ordinances, relationship of covenants to
The ordinances of a local municipality or county are independent of private covenants. That means CC&Rs may impose a certain requirement regardless of what the local ordinance says. For instance if CC&Rs say the minimum setback for a home is 30 feet and the city's ordinance says the minimum setback is 20 feet, a property owner may get approval from the city and build a home with a 20 foot setback, but that owner won't get approval from the homeowners association and will be subject to enforcement of the CC&Rs by the HOA or any other owner in the development who may pursue an action for an injunction requiring reconstruction of the home within the setback required by the CC&Rs.
On the other hand, if CC&Rs say the minimum setback for a home is 20 feet and the city's ordinance says the minimum setback is 30 feet, a property owner may get approval from the HOA to build a home with a 20 foot setback, but they won't be able to get approval from the city.
Neither provision grants the right to a property owner to choose which provision the owner complies with. It is the more restrictive provision that applies. As one ordinances put it, the ordinance "shall not nullify the more restrictive provisions of covenants, agreements, other ordinances, or laws, but shall prevail notwithstanding such provisions which are less restrictive." Millcreek City Code, Section 19.02.040. Also, "In interpreting and applying the provisions of this title, the requirements contained herein are declared to be the minimum requirements for the purposes set forth." Millcreek City Code, Section 19.02.030.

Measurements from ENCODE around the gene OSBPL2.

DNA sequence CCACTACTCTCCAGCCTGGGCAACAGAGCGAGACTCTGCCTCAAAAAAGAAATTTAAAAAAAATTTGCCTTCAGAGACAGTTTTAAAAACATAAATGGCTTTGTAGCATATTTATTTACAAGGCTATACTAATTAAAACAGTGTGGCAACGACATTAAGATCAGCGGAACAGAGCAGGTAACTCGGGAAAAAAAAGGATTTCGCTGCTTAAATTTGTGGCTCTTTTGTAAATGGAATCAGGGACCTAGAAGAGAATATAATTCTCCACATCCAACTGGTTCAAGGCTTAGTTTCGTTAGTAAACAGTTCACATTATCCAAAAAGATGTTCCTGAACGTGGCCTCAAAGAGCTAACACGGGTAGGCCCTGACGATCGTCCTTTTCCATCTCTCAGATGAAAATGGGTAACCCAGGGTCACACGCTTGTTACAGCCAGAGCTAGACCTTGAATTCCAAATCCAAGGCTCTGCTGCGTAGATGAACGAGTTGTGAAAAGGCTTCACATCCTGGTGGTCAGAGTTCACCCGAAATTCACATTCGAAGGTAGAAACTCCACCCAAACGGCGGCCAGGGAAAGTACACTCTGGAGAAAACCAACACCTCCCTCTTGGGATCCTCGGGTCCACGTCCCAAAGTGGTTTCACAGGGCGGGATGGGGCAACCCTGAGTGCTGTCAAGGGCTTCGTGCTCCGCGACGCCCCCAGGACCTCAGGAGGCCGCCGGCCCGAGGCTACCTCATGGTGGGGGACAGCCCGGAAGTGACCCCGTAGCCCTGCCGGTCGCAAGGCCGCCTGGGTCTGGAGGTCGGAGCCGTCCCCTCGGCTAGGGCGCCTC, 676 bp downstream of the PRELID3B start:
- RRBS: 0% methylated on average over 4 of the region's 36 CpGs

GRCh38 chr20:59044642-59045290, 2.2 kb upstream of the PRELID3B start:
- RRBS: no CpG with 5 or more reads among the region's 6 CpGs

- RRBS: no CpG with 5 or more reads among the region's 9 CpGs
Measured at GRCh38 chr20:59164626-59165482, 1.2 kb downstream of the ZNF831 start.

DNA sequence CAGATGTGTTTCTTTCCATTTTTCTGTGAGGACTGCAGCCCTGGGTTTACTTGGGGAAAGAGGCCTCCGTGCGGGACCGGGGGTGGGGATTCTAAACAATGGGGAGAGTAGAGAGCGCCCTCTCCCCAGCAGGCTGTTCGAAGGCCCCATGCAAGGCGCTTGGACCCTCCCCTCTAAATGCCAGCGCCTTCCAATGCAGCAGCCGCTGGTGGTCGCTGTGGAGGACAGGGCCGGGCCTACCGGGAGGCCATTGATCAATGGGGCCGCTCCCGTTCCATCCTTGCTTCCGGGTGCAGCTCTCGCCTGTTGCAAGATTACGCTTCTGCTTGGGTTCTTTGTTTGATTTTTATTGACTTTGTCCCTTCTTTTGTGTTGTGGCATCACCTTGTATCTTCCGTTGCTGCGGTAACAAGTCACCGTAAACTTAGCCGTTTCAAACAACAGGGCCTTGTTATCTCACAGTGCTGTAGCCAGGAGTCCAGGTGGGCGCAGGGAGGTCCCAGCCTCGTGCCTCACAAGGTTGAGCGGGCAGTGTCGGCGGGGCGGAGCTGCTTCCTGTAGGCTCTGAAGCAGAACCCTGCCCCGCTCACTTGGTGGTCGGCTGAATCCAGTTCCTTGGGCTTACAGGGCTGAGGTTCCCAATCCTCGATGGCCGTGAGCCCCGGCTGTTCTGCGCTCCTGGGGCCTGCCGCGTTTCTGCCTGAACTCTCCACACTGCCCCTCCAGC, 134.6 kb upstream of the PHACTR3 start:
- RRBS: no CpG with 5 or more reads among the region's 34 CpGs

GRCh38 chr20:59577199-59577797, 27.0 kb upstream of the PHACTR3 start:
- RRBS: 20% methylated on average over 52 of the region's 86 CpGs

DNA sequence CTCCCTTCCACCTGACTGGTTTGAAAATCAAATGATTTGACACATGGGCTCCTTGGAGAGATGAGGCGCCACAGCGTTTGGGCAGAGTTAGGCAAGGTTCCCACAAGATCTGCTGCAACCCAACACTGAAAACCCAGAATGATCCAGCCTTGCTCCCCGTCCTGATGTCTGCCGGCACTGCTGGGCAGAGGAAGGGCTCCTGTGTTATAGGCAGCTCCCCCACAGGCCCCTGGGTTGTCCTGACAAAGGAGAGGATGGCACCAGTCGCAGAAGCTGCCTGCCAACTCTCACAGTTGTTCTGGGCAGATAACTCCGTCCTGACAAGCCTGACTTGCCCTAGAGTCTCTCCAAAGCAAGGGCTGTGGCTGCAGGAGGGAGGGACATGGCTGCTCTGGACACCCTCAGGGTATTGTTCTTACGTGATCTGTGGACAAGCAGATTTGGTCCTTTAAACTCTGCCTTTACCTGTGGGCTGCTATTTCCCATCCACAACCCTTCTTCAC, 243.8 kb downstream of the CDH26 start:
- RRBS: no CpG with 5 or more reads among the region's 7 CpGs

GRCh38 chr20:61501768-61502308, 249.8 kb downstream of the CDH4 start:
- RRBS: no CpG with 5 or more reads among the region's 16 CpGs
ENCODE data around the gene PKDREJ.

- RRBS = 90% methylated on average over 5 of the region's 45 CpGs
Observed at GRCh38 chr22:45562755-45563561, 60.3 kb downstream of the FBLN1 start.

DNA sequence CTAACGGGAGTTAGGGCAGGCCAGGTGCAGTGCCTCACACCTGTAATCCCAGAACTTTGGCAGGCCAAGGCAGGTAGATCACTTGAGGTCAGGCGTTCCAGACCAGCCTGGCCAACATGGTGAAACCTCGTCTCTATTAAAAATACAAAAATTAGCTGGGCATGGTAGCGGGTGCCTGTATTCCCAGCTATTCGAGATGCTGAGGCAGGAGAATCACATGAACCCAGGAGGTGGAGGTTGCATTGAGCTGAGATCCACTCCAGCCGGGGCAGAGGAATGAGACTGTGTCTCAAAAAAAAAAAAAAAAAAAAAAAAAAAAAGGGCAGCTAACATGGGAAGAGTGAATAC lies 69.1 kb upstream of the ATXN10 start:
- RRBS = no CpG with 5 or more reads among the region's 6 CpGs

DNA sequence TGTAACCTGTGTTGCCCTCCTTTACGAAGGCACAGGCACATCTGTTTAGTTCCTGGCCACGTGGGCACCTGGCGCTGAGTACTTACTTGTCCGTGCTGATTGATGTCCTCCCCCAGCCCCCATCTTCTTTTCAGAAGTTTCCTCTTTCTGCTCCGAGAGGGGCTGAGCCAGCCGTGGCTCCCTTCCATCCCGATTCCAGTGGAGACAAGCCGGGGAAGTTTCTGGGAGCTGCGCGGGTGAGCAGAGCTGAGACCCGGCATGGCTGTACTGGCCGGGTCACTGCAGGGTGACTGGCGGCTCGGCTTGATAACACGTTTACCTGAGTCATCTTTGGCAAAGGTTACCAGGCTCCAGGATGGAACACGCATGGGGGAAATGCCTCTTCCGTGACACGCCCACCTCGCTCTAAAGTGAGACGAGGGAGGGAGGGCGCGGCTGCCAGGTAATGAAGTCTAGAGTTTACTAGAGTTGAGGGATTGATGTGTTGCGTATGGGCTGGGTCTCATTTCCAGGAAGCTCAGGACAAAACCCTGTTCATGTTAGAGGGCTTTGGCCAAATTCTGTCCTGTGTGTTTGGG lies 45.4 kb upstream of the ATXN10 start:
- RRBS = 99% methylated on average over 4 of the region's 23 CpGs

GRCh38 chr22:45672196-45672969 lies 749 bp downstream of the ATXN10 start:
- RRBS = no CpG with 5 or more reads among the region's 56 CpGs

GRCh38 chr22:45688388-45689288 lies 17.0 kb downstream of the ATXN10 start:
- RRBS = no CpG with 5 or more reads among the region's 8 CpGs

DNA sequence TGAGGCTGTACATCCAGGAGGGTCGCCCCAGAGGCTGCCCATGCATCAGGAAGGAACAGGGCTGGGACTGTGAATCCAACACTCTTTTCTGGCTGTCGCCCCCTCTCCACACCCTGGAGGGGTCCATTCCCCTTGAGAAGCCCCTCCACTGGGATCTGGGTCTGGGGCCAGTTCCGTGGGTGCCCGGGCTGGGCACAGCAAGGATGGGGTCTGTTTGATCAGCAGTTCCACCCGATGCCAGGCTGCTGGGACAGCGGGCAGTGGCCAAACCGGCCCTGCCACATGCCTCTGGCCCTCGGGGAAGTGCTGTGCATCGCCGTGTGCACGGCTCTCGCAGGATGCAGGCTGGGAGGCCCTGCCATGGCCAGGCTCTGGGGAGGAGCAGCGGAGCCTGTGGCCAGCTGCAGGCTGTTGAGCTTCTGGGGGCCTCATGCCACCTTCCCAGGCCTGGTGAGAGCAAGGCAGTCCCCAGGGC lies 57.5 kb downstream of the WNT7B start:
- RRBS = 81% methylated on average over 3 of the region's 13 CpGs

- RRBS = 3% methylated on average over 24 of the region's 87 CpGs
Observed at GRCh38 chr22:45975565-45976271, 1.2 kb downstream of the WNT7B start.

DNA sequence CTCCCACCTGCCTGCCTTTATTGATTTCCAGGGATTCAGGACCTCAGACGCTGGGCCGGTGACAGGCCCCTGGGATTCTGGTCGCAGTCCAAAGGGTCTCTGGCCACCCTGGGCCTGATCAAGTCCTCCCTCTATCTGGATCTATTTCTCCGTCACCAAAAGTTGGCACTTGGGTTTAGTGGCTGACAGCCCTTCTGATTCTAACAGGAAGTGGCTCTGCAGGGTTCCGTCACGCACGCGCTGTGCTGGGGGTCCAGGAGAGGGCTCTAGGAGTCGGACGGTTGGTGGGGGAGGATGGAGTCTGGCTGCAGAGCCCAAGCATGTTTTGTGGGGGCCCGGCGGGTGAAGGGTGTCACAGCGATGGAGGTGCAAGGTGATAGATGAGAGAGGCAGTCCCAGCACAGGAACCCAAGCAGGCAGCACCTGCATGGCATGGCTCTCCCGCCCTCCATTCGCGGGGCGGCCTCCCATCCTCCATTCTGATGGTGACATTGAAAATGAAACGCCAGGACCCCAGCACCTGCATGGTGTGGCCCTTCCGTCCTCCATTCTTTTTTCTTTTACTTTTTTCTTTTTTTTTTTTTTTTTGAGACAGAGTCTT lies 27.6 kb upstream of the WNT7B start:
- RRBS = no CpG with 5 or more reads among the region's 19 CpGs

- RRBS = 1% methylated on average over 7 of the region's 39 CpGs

While private covenants are independent of local ordinances, they do not exist in a vacuum. They must be capable of being adhered to and they cannot impose requirements that are against the law or public policy. For example, each lot in Harmony Village has been sold for the purpose of containing a residential dwelling. The CC&Rs state that the required setback for a home is at least 20 feet and no more than 25 feet. The city's ordinance says the minimum setback is 30 feet. A lot owner tries but is unable to obtain a variance with the city to build a residential dwelling with a 20-25 foot setback. In the absence of other facts or circumstances, the conclusion would be justified that the restriction in the CC&Rs is not valid because it is impossible to comply with.
Statutes and Cases:
(For reference: 57-8 is the Condo Act, 57-8a is the Community Association Act, 16-6a is the Nonprofit Act)